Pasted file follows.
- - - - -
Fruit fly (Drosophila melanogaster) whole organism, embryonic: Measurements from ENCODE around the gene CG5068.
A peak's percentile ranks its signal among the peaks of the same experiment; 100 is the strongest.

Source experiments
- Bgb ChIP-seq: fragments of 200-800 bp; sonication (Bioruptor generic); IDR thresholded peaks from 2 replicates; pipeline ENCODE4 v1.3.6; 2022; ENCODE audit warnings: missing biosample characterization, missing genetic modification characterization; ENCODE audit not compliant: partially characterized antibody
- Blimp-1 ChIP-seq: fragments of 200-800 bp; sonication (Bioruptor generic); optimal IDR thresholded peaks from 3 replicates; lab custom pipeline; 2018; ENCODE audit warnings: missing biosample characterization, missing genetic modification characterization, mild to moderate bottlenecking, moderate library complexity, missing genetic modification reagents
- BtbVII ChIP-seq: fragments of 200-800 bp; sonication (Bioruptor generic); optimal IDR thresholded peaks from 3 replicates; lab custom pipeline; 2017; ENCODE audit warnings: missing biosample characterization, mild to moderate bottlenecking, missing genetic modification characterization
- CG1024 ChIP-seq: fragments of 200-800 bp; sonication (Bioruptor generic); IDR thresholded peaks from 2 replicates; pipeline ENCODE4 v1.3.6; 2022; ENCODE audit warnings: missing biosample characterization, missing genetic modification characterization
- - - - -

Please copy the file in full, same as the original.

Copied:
Fruit fly (Drosophila melanogaster) whole organism, embryonic: Measurements from ENCODE around the gene CG5068.
A peak's percentile ranks its signal among the peaks of the same experiment; 100 is the strongest.

Source experiments
- Bgb ChIP-seq: fragments of 200-800 bp; sonication (Bioruptor generic); IDR thresholded peaks from 2 replicates; pipeline ENCODE4 v1.3.6; 2022; ENCODE audit warnings: missing biosample characterization, missing genetic modification characterization; ENCODE audit not compliant: partially characterized antibody
- Blimp-1 ChIP-seq: fragments of 200-800 bp; sonication (Bioruptor generic); optimal IDR thresholded peaks from 3 replicates; lab custom pipeline; 2018; ENCODE audit warnings: missing biosample characterization, missing genetic modification characterization, mild to moderate bottlenecking, moderate library complexity, missing genetic modification reagents
- BtbVII ChIP-seq: fragments of 200-800 bp; sonication (Bioruptor generic); optimal IDR thresholded peaks from 3 replicates; lab custom pipeline; 2017; ENCODE audit warnings: missing biosample characterization, mild to moderate bottlenecking, missing genetic modification characterization
- CG1024 ChIP-seq: fragments of 200-800 bp; sonication (Bioruptor generic); IDR thresholded peaks from 2 replicates; pipeline ENCODE4 v1.3.6; 2022; ENCODE audit warnings: missing biosample characterization, missing genetic modification characterization